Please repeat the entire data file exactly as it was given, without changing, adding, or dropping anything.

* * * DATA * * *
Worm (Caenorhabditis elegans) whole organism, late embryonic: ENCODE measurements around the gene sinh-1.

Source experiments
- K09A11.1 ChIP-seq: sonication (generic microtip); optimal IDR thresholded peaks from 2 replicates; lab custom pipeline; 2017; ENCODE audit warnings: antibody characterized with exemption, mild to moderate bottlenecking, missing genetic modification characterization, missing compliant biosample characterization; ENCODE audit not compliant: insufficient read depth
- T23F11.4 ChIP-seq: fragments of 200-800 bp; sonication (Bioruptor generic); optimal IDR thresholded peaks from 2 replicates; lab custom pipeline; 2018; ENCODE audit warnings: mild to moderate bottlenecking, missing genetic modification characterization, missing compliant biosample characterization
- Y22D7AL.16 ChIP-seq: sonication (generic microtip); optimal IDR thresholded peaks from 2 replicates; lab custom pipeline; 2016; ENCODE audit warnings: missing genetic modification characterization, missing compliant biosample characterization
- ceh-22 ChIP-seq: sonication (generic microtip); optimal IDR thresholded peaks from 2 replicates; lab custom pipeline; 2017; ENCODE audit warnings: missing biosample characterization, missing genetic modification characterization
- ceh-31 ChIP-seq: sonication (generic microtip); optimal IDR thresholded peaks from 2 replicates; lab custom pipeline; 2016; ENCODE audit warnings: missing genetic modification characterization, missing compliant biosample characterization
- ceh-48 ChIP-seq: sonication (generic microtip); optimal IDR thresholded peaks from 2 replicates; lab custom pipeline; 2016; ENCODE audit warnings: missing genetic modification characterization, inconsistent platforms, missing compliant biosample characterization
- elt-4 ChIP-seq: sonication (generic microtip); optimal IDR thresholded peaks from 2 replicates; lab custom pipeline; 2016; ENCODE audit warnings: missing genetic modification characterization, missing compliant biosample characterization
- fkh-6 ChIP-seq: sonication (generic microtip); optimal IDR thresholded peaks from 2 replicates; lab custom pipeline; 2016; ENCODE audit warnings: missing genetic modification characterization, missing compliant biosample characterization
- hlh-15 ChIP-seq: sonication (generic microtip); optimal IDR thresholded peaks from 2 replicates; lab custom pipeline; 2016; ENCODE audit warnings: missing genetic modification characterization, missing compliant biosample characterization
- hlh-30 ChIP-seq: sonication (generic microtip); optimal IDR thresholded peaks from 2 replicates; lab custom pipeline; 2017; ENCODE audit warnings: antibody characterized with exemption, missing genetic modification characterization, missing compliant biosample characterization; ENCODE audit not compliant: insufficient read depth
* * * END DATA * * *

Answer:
Worm (Caenorhabditis elegans) whole organism, late embryonic: ENCODE measurements around the gene sinh-1.

Source experiments
- K09A11.1 ChIP-seq: sonication (generic microtip); optimal IDR thresholded peaks from 2 replicates; lab custom pipeline; 2017; ENCODE audit warnings: antibody characterized with exemption, mild to moderate bottlenecking, missing genetic modification characterization, missing compliant biosample characterization; ENCODE audit not compliant: insufficient read depth
- T23F11.4 ChIP-seq: fragments of 200-800 bp; sonication (Bioruptor generic); optimal IDR thresholded peaks from 2 replicates; lab custom pipeline; 2018; ENCODE audit warnings: mild to moderate bottlenecking, missing genetic modification characterization, missing compliant biosample characterization
- Y22D7AL.16 ChIP-seq: sonication (generic microtip); optimal IDR thresholded peaks from 2 replicates; lab custom pipeline; 2016; ENCODE audit warnings: missing genetic modification characterization, missing compliant biosample characterization
- ceh-22 ChIP-seq: sonication (generic microtip); optimal IDR thresholded peaks from 2 replicates; lab custom pipeline; 2017; ENCODE audit warnings: missing biosample characterization, missing genetic modification characterization
- ceh-31 ChIP-seq: sonication (generic microtip); optimal IDR thresholded peaks from 2 replicates; lab custom pipeline; 2016; ENCODE audit warnings: missing genetic modification characterization, missing compliant biosample characterization
- ceh-48 ChIP-seq: sonication (generic microtip); optimal IDR thresholded peaks from 2 replicates; lab custom pipeline; 2016; ENCODE audit warnings: missing genetic modification characterization, inconsistent platforms, missing compliant biosample characterization
- elt-4 ChIP-seq: sonication (generic microtip); optimal IDR thresholded peaks from 2 replicates; lab custom pipeline; 2016; ENCODE audit warnings: missing genetic modification characterization, missing compliant biosample characterization
- fkh-6 ChIP-seq: sonication (generic microtip); optimal IDR thresholded peaks from 2 replicates; lab custom pipeline; 2016; ENCODE audit warnings: missing genetic modification characterization, missing compliant biosample characterization
- hlh-15 ChIP-seq: sonication (generic microtip); optimal IDR thresholded peaks from 2 replicates; lab custom pipeline; 2016; ENCODE audit warnings: missing genetic modification characterization, missing compliant biosample characterization
- hlh-30 ChIP-seq: sonication (generic microtip); optimal IDR thresholded peaks from 2 replicates; lab custom pipeline; 2017; ENCODE audit warnings: antibody characterized with exemption, missing genetic modification characterization, missing compliant biosample characterization; ENCODE audit not compliant: insufficient read depth